National Geographic : 2012 Mar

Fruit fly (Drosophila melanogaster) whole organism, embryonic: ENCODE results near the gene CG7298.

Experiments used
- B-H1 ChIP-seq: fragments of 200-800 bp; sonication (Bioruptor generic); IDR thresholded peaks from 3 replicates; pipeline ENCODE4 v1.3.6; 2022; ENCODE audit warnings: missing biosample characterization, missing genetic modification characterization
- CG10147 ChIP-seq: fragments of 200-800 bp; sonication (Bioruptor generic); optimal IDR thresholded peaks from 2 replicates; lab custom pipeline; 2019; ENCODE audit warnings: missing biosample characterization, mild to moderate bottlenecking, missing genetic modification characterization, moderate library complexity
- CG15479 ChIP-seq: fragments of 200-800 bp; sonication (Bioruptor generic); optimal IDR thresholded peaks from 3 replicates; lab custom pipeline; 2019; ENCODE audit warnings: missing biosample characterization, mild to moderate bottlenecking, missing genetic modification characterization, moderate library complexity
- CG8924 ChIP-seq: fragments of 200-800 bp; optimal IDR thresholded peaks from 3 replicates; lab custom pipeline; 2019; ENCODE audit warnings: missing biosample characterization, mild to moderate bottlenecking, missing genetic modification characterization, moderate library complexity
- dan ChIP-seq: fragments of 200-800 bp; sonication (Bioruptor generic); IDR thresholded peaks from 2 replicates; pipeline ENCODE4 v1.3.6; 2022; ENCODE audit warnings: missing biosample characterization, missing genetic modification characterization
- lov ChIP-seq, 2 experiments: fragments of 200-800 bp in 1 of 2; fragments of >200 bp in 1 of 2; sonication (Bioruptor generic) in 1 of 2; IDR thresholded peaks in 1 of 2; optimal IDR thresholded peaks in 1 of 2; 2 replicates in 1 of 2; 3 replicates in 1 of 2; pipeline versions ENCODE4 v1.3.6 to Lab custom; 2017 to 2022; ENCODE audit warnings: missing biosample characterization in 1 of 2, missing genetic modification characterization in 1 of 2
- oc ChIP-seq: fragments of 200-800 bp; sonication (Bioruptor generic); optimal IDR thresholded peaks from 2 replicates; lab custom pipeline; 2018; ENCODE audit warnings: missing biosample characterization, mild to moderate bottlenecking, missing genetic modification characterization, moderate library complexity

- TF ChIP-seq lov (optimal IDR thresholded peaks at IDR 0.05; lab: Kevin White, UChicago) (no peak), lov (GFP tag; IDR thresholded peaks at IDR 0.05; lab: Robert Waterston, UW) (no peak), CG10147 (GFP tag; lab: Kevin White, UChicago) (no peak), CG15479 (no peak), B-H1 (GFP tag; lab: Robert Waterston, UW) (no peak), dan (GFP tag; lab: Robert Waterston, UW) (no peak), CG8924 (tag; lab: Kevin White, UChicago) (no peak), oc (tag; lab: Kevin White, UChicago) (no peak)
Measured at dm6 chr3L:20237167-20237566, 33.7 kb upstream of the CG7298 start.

NOW A Memory Champion's Method In 2011 Nelson Dellis used a mnemonic technique called the "memory palace" to memorize the random order of a deck of cards in one minute, three seconds---a U.S. record. This year he hopes to match his practice best of 34 seconds. Here's how he does it. 1 ENCODE Dellis associates each card with a familiar person, action, and object. After months of practice he sees the ace of spades, for instance, as Arnold Schwarzenegger lifting weights. Person Action Object EXAMPLE: Arnold Schwarzenegger Lifting Barbell Arnold Schwarzenegger Dancing Car Paris Hilton Dancing Dance floor Dellis's friend Driving Car + + = A horse running with Harry Potter's wand Steve Jobs shopping for large bras Dellis's ex-girlfriend swallowing a sword Dellis's sister crying atop a mountain Bear Grylls dribbling a cross Michael Jackson cooking lipstick The Art of Memory In the age before books and digital tablets, orators stored texts in less reliable devices: their minds. To boost his memory capacity, Roman philosopher Cicero used tricks called mnemonics to bind his words to vivid mental images, "as if inscribing letters into wax." Such ancient techniques may no longer be needed, but this month they'll take center stage when some 50 "mental athletes" go head-to-head at the 15th USA Memory Championship in New York City. Their minds aren't photographic; even memory experts need a coding system to remember strings of words, numbers, names, or playing cards. The key is training---hundreds of hours of it. And speed. Linking items to celebrities is common practice because they're easy to visualize. However, "an emotional tie makes the image louder," says last year's champ, Nelson Dellis. When creating his mnemonic code for cards, he passed on a popular heartthrob for the king of hearts. "Brad Pitt I had to think about. But my dad---I can picture him in an instant." ---Oliver Uberti 2 GROUP As Dellis flips through the deck in competition, he "chunks" the cards into groups of three (see example) to reduce the number of images he must recall from 52 to 17.